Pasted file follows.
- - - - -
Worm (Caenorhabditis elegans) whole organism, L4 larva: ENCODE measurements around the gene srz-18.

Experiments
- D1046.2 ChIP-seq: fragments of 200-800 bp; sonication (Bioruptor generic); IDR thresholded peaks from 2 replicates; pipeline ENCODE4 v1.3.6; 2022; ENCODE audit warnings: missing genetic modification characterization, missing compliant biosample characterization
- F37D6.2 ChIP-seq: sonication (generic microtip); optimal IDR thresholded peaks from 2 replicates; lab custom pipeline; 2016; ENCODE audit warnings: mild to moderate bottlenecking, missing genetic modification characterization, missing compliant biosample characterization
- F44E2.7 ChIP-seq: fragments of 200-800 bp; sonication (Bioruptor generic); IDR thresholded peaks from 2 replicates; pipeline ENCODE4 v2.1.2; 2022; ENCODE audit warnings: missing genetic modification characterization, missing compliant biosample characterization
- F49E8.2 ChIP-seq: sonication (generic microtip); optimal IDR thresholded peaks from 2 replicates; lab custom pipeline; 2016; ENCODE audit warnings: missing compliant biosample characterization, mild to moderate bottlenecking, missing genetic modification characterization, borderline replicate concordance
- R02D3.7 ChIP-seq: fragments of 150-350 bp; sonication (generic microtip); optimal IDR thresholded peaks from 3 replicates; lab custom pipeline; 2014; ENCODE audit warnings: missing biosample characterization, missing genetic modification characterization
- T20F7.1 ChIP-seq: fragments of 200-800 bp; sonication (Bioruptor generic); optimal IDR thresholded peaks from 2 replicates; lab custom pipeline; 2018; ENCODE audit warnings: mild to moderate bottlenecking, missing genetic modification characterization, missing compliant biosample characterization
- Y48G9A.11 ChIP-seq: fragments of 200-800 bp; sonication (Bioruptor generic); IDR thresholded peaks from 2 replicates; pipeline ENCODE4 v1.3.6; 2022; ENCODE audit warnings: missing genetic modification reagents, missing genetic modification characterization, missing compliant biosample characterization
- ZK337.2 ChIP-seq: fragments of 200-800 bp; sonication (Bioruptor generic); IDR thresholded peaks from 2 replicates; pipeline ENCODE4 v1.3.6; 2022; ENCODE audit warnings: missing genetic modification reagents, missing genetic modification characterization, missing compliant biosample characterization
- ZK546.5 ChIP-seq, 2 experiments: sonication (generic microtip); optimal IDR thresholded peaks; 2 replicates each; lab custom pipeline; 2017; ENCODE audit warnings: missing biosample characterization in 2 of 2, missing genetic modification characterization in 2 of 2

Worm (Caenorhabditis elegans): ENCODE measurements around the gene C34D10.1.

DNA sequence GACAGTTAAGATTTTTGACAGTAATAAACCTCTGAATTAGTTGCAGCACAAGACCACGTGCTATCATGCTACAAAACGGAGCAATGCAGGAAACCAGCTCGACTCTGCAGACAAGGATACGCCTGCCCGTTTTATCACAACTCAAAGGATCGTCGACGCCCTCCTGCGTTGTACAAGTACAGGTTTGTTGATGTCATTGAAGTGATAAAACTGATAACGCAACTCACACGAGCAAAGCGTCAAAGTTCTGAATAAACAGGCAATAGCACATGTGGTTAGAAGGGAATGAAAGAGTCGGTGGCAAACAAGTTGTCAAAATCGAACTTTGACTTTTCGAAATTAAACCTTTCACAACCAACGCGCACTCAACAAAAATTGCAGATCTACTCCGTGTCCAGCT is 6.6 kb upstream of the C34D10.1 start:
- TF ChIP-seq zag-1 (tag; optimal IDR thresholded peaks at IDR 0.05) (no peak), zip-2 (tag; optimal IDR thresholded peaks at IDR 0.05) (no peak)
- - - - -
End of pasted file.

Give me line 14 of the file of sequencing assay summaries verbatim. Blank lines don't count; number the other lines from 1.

- TF ChIP-seq zag-1 (tag; optimal IDR thresholded peaks at IDR 0.05) (no peak), zip-2 (tag; optimal IDR thresholded peaks at IDR 0.05) (no peak)